The field of asteroid thermophysical modeling has experienced an extraordinary growth in the last 10 years, as new thermal-infrared data became available for hundreds of thousands of asteroids. The infrared emission of asteroids depends on the body’s size, shape, albedo, thermal inertia, roughness, and rotational properties. These parameters can therefore be derived by thermophysical modeling of infrared data. Thermophysical modeling led to asteroid size estimates that were confirmed at the few-percent level by later spacecraft visits. We discuss how instrumentation advances now allow mid-infrared interferometric observations as well as high-accuracy spectrophotometry, posing their own set of thermal-modeling challenges. We present major breakthroughs achieved in studies of the thermal inertia, a sensitive indicator for the nature of asteroids soils, allowing us to, e.g., determine the grain size of asteroidal regoliths. Thermal inertia also governs nongravitational effects on asteroid orbits, requiring thermophysical modeling for precise asteroid dynamical studies. The radiative heating of asteroids, meteoroids, and comets from the Sun also governs the thermal stress in surface material; only recently has it been recognized as a significant weathering process. Asteroid space missions with thermal-infrared instruments are currently undergoing study at all major space agencies. This will require a high level of sophistication of thermophysical models in order to analyze high-quality spacecraft data.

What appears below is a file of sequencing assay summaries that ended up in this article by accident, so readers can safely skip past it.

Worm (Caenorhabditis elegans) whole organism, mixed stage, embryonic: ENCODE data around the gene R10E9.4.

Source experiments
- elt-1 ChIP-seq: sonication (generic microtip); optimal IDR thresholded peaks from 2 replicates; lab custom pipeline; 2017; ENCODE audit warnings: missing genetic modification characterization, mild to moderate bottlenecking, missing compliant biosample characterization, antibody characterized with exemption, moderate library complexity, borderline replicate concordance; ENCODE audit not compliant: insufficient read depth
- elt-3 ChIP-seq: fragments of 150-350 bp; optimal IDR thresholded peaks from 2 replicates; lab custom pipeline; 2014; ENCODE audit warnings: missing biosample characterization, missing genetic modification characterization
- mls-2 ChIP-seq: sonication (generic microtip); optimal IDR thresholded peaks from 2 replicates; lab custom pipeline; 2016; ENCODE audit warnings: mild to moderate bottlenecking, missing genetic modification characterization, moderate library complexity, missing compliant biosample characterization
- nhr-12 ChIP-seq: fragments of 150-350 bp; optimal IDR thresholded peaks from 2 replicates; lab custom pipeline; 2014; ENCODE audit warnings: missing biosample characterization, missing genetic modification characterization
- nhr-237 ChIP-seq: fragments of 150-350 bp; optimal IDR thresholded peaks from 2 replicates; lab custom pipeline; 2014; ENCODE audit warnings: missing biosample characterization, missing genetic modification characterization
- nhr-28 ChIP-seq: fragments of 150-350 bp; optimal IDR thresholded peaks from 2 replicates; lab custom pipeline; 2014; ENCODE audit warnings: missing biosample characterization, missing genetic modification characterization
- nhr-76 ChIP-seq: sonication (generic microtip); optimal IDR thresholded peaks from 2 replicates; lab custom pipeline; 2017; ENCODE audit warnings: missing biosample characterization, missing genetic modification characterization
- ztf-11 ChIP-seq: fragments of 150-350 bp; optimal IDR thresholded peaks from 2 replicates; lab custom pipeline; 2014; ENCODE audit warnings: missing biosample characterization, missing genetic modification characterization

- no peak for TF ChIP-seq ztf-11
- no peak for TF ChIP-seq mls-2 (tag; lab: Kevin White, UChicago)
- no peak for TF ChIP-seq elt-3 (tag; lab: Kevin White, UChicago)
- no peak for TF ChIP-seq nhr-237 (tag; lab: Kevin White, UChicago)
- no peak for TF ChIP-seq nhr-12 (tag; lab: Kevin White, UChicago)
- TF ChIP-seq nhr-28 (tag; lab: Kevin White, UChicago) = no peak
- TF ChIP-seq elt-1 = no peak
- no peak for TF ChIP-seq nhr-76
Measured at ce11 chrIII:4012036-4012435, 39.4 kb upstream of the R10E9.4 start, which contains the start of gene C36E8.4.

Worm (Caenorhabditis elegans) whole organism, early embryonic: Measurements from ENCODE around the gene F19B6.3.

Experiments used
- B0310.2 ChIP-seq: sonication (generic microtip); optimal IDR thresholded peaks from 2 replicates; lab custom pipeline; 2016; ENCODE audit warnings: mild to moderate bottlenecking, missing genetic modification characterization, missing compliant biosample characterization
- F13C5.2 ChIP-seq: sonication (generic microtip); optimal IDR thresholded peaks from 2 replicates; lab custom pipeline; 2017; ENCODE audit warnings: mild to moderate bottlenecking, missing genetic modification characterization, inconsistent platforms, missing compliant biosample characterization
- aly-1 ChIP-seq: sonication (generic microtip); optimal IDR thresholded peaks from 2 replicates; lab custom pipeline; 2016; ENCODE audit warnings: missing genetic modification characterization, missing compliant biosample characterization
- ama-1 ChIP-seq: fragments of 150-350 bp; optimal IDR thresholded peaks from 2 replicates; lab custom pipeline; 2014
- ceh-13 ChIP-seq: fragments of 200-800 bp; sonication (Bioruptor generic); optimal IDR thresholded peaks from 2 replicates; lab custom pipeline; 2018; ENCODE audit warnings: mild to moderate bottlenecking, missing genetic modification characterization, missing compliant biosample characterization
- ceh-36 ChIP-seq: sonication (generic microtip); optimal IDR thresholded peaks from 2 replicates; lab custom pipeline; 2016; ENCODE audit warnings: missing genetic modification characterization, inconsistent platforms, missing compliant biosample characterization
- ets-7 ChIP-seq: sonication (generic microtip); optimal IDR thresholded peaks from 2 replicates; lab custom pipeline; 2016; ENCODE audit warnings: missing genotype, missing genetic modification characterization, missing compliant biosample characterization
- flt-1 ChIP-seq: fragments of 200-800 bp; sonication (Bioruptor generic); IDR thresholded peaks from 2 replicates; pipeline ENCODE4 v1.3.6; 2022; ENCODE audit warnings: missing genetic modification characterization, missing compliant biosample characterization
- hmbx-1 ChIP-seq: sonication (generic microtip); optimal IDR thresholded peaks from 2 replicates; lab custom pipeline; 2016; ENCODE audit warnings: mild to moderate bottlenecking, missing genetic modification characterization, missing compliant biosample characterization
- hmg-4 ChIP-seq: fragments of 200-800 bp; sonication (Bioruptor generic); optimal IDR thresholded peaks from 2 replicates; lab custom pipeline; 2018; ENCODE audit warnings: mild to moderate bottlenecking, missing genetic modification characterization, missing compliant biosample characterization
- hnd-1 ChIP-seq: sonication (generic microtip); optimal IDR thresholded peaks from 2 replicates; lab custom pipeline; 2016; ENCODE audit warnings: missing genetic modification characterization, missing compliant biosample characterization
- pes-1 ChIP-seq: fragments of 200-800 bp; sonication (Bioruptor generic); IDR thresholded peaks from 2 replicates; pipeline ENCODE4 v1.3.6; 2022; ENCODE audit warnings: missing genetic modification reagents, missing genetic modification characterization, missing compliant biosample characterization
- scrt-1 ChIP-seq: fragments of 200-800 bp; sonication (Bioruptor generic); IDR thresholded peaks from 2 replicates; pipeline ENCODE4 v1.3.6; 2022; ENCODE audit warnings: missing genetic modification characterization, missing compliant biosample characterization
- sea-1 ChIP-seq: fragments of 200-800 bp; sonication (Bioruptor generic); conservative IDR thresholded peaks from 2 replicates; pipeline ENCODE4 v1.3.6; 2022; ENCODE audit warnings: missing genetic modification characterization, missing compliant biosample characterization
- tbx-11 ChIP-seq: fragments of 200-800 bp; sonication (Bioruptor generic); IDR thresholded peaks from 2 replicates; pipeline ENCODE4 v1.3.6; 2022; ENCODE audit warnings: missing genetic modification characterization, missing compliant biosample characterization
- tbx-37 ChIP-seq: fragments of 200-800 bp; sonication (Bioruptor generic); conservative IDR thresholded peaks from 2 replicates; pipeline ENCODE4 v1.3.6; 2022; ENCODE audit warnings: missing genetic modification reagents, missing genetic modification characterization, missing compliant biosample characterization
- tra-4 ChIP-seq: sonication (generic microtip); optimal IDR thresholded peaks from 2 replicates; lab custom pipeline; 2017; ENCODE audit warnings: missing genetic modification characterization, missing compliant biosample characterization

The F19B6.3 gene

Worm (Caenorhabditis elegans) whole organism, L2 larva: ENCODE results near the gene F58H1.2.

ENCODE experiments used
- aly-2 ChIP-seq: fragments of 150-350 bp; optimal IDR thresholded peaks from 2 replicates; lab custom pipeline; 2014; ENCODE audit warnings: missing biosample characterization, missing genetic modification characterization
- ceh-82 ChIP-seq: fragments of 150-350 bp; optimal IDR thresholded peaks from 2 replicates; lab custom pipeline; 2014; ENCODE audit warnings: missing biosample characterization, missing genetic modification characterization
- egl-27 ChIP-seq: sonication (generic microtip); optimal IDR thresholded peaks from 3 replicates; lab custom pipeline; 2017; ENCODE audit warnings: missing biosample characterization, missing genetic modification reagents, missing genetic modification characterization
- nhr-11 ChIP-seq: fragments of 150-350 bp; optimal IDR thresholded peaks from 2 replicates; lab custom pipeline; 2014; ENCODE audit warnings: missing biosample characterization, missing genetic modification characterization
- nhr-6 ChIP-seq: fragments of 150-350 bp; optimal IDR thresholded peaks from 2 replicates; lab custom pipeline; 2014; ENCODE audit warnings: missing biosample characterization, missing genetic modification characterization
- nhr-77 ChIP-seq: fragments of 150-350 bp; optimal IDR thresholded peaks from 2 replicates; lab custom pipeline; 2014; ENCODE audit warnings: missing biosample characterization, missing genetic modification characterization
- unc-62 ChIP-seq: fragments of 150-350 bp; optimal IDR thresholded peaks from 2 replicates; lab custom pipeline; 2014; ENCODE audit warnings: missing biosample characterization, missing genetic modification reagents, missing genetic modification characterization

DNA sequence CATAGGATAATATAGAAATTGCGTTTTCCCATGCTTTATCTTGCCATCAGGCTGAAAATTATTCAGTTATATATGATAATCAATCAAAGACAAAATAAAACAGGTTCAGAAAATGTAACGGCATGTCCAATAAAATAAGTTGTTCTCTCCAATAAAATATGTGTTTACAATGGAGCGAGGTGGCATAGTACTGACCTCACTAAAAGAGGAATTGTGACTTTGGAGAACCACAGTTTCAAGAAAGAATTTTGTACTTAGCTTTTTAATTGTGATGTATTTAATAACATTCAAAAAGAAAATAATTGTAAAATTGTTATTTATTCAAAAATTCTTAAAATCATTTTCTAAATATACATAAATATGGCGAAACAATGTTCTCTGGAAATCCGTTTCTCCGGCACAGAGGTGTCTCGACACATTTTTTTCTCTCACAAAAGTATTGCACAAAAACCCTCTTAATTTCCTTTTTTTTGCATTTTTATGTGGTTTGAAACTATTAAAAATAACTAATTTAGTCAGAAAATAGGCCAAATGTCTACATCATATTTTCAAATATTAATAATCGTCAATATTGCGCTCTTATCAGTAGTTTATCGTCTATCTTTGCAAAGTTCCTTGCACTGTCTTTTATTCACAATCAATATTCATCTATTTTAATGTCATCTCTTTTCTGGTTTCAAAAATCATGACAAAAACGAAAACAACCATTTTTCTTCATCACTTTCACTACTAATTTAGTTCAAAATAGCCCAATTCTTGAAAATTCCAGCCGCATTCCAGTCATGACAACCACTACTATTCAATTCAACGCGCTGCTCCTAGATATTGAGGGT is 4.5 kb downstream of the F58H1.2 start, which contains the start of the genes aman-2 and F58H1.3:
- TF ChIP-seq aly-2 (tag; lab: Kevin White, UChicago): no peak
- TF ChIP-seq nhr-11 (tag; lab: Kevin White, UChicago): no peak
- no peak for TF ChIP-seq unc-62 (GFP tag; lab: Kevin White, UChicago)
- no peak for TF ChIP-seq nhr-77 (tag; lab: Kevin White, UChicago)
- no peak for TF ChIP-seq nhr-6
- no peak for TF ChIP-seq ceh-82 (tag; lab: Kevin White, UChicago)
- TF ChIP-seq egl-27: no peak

|Original language||English (US)|
|Title of host publication||Asteroids IV|
|Publisher||University of Arizona Press|
|Number of pages||22|
|State||Published - Jan 1 2015|
ASJC Scopus subject areas
- Physics and Astronomy(all)